Creativity a lifesaver for Sammy Jay

Francesca MannGeraldton Guardian
Savannah Wilkinson with Elana, one of three artworks she was commissioned to make for headspace Geraldton.
Camera IconSavannah Wilkinson with Elana, one of three artworks she was commissioned to make for headspace Geraldton. Credit: Francesca Mann, The Geraldton Guardian

Growing up, Savannah Wilkinson knew she wasn’t like everyone else, working hard to tackle the impact autism has on her day-to-day life.

But when the young artist decided to embrace her creative side with open arms 10 months ago, she also learned to love herself.

With bright, harmonious colours and graphic-style depictions of plants, the 25-year-old’s art radiates positivity, instantly putting a smile on people’s faces.

Not restricting herself to just one medium, Wilkinson, who prefers to be known as Sammy Jay, moves from acrylic markers to spray paint to swatches of fabric to create her “aggressively happy” art.

Get in front of tomorrow's news for FREE

Journalism for the curious Australian across politics, business, culture and opinion.


As Wilkinson continues to express good vibes through her art, she has started to accept her “life sentence” with autism.

“I’ve realised I wouldn’t be me without the autism and I wouldn’t be able to do my art,” she said.

“I know that all my art skills are because of that autism, because I’ve got that repetitive behaviour and can commit hours and hours to it.

“It’s something that’s been really hard to come to terms with but I’ve worked on trying to see the benefit and the upside.

“There’s always pay-offs ... but I’m learning to work with it and appreciate it.”

From a young age, Wilkinson had a clear gift for the arts, her family and friends constantly encouraging her to pursue her passion.

But instead of following her heart, Wilkinson decided to study accounting, hoping that would make her a “normal person”.

After getting her diploma, Wilkinson changed her tune and started studying psychology, only to give that up in September to focus on her craft.

“I wanted to go to university but I didn’t really go for the right reasons — I just thought that was what you did,” she said.

“I would spend hours studying every day and I was getting high distinctions but it just drained me so much, I found that I was doing my art to fill me back up.

“I was like ‘I can’t do something that’s going to drain me every day for the rest of my life, I’ve just got to do what I’m meant to do’.

“Now I’m in the best place in my head ... I’ve ever been.

“ I have never, ever felt so fulfilled.”

Since becoming a full-time artist, Wilkinson has fallen into amazing opportunities, taking her life to a place she never dreamed of. A chance encounter early on with visual artist Elle Santerelli sparked a new friendship and many collaborations, the two feeding off each other’s creativity.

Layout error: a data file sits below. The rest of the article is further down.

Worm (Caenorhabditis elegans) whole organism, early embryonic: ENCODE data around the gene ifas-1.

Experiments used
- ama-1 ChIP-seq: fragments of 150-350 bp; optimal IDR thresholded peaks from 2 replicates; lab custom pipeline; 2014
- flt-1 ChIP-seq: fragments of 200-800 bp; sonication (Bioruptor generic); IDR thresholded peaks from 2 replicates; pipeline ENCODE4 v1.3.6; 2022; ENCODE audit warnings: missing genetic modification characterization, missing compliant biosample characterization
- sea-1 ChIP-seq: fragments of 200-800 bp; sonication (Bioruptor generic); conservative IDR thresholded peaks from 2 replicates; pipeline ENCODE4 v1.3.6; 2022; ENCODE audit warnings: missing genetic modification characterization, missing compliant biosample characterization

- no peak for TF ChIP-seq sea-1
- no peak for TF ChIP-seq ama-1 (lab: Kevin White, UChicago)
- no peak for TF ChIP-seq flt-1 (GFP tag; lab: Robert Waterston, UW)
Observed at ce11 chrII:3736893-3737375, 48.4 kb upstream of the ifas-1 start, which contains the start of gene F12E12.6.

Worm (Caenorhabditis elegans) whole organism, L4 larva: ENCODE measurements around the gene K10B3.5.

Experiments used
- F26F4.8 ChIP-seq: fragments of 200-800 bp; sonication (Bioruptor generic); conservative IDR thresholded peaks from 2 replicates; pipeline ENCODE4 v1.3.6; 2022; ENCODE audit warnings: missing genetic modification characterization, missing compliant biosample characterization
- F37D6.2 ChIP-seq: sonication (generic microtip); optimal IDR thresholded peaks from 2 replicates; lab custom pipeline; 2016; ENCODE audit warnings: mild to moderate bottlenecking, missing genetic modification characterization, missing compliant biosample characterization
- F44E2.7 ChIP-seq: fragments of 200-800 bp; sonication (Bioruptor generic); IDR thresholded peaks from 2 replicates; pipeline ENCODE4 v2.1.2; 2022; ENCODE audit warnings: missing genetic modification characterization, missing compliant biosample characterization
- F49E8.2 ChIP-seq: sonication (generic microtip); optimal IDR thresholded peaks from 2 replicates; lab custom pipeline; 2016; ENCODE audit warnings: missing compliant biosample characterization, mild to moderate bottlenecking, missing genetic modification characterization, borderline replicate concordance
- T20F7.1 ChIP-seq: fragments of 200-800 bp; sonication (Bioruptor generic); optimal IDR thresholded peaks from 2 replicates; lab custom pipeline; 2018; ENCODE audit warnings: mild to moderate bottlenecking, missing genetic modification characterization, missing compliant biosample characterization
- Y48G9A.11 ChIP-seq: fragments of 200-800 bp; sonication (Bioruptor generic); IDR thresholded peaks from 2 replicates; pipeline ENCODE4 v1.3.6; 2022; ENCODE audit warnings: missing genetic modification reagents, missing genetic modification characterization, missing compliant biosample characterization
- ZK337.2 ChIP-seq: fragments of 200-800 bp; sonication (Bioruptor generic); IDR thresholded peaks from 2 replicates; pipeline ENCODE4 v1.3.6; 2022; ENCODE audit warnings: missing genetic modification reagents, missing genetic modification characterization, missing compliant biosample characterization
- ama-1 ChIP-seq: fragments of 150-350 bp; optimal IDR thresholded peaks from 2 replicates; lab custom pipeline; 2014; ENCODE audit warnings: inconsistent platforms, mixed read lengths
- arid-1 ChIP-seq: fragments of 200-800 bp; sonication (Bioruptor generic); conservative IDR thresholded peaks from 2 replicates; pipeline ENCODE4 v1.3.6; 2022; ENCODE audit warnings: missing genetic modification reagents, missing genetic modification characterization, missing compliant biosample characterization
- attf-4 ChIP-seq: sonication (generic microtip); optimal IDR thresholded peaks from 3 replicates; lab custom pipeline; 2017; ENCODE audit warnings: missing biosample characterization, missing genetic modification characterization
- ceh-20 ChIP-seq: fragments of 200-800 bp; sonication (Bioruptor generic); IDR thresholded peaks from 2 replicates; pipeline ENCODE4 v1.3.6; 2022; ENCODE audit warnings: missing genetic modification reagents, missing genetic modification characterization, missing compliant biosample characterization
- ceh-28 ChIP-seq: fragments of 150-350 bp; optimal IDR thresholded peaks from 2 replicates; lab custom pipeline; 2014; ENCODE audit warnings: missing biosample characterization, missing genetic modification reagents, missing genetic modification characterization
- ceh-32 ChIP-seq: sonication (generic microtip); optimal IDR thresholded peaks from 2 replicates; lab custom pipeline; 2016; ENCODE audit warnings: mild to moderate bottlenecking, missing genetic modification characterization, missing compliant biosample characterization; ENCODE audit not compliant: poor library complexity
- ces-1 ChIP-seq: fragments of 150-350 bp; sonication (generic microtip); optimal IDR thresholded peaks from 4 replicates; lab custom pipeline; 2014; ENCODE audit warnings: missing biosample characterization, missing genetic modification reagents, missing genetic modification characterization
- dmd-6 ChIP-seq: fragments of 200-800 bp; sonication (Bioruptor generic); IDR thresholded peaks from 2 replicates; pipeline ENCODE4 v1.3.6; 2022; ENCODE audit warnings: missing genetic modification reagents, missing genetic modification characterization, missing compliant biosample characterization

One of their collaborative pieces, a cloud called Petunia throwing up a rainbow, is currently on display in Fremantle.

“I’ve learnt a lot from Elle that I use in my art all the time,” Wilkinson said.

“Whenever we work together I’m really fascinated by how we inspire each other and how watching someone else do their thing influences your stuff.

“We think really similarly and get on very well — we really push each other.”

Wilkinson also had the chance to create a three-piece commission for headspace Geraldton — each artwork coming with its own name, personality and backstory.

Earlier this year, Wilkinson was announced as one of 17 young artists to receive a Nexus Art Grant from DADAA to produce her book, I Love All Things Green.

The book will chronicle and explore Wilkinson’s love of learning as she meets and works with artists from all backgrounds.

“I’m really ecstatic and excited about all these crazy opportunities that are coming my way,” she said.

“I just feel like I’ve been at the right place at the right time, which is awesome as I’ve done a lot of years of not being in the right place at the right time.

“Art is second nature to me ... and now I’m like ‘this is my job, I’m doing it every day’ — it’s the dream.” By working on her book, Wilkinson hopes she’ll be able to connect with other young artists in Geraldton and ignite the next wave of art in the community.

“It’s really important to connect to other artists and try and build up the next generation,” she said.

“The younger artists don’t know each other, we’re all sitting at home doing our art and I want to meet all these younger artists.

“Geraldton’s just starting to open up to the arts and we’re starting to realise how important it is.

“There’s so much art in town.

“We’re making tourist spots but we’re also enriching our town and giving artists chances.

“I’m really excited for Geraldton in the future.”

To see more of Wilkinson’s art, visit SammyJay.wa on Facebook or Instagram.

Get the latest news from thewest.com.au in your inbox.

Sign up for our emails